India unsuccessfully lobbied for an upgrade by ratings agency Moody's: reportWith a few months left for Moody's sovereign ratings, it has emerged that the Indian government had aggresively pitched for an upgrade, even questioning the methodology followed by the credit ratings agency. However, the agency
With a few months left for Moody's sovereign ratings, it has emerged that the Indian government had aggresively pitched for an upgrade, even questioning the methodology followed by the credit ratings agency.
However, the agency was reluctant to make any changes and on November 16 affirmed the Government of India's Baa3 issuer and senior unsecured ratings and maintained the positive outlook on the rating.
Notedly, Baa3 is Moody's lowest notch for debt considered investment grade.
The agency cited country's debt levels and fragile banks as major reasons for its decision.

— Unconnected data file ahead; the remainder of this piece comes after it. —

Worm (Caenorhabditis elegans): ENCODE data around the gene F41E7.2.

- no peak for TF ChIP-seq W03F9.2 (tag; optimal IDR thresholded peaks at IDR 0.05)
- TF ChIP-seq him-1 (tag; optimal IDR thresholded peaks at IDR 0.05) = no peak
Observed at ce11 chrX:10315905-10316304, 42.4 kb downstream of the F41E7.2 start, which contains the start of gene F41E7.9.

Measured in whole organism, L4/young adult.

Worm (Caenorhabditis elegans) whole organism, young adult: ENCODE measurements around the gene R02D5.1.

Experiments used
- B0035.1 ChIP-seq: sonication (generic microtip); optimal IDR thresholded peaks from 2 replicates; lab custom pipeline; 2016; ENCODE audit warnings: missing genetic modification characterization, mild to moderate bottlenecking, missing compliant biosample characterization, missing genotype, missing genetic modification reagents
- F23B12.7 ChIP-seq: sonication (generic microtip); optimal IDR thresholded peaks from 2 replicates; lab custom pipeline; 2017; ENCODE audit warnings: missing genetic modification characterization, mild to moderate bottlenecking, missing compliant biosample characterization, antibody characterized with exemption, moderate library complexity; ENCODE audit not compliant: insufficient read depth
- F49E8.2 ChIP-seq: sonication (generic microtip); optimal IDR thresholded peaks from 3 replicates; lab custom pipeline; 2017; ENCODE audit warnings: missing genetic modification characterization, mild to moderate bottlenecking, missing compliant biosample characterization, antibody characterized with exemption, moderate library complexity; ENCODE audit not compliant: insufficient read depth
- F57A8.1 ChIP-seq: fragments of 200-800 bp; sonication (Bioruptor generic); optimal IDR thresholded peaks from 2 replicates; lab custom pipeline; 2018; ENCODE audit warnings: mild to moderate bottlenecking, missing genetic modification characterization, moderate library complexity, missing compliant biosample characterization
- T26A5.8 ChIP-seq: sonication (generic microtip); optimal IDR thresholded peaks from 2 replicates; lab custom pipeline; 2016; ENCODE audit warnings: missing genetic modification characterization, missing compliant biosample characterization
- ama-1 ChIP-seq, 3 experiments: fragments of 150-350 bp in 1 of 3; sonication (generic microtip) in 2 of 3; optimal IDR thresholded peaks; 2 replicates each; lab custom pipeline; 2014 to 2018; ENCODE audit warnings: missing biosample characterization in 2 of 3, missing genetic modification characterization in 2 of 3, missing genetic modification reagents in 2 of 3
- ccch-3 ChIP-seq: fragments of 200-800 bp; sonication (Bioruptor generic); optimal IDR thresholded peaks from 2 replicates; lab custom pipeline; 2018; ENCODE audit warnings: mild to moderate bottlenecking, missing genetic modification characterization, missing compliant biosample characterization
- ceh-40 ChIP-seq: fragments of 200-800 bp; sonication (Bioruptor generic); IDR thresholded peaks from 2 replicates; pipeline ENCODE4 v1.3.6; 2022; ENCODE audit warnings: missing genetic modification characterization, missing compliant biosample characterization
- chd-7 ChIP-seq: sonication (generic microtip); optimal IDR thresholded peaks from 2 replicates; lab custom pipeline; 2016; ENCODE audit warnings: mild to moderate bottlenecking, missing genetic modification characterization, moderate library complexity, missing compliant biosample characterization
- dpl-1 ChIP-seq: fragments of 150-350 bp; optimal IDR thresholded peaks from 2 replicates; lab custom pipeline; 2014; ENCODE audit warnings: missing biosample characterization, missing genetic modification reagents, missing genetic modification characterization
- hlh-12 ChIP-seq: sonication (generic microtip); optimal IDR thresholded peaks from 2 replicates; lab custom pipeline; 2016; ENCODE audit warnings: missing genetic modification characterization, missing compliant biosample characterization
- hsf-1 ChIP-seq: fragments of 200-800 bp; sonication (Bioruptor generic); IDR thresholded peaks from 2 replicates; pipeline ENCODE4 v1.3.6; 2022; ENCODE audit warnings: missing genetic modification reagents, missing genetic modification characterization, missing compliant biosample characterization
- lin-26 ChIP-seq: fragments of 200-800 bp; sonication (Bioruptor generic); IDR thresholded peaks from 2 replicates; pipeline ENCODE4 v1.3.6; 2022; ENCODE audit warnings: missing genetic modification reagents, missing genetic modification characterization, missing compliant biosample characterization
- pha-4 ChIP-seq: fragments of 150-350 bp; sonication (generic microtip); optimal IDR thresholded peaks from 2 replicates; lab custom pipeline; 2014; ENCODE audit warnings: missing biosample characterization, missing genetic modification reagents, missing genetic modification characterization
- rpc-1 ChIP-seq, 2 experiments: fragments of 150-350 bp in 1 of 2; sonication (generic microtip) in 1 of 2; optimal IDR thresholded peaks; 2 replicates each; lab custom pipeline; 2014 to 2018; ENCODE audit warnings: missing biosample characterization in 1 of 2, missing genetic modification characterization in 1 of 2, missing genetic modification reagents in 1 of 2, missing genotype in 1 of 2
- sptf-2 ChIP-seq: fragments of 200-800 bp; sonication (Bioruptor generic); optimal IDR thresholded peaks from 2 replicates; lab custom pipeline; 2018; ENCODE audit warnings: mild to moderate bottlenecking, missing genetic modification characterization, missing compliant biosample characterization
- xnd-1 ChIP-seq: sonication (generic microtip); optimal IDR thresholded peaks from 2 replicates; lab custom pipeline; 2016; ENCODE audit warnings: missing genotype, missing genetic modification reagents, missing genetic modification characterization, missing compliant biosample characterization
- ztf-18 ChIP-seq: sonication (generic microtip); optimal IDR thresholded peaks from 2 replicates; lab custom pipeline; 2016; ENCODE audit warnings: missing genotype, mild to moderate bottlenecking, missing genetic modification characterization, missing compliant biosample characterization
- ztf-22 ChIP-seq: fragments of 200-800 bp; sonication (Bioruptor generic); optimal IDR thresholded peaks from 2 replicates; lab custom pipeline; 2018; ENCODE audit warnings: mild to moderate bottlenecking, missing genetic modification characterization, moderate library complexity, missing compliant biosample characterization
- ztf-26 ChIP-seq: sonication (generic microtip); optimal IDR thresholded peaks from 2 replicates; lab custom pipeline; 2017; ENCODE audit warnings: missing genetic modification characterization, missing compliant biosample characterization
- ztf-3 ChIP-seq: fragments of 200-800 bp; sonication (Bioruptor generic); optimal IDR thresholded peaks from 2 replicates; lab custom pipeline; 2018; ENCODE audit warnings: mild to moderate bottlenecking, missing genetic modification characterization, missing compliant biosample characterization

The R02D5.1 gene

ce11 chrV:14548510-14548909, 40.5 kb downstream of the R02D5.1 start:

After NDA allaince stormed to power in 2014, Prime Minister Narendra Modi unveiled a slew of measures to boost investment, cool inflation and narrow the fiscal and current account deficits, but his policies have not been rewarded with a ratings upgrade from any of the “big three” Moody's, Fitch and S&P global ratings agencies, who say more is needed.
A higher rating would signify to bond investors that India was more creditworthy and help to lower its borrowing costs.
Winning a better credit rating on India's sovereign debt would have been a much-needed endorsement of Prime Minister Narendra Modi's economic stewardship, helping to attract foreign investment and accelerate growth.
According to a report by Reuters, in letters and emails written in October, the Finance ministry questioned Moody’s methodology, saying it was not accounting for a steady decline in the India’s debt burden in recent years. It said the agency ignored countries’ levels of development when assessing their fiscal strength, the report said.
However, the government’s arguments failed to assuage the ratings agency’s concerns about the cost of its debt burden and a banking sector weighed down by $136 billion in bad loans.
Moody’s said India’s debt situation was not as rosy as the government maintained and its banks were a cause for concern.
While India's debt-to-GDP ratio has dropped to 66.7 percent from 79.5 percent in 2004-05, interest payments absorb more than a fifth of government revenues.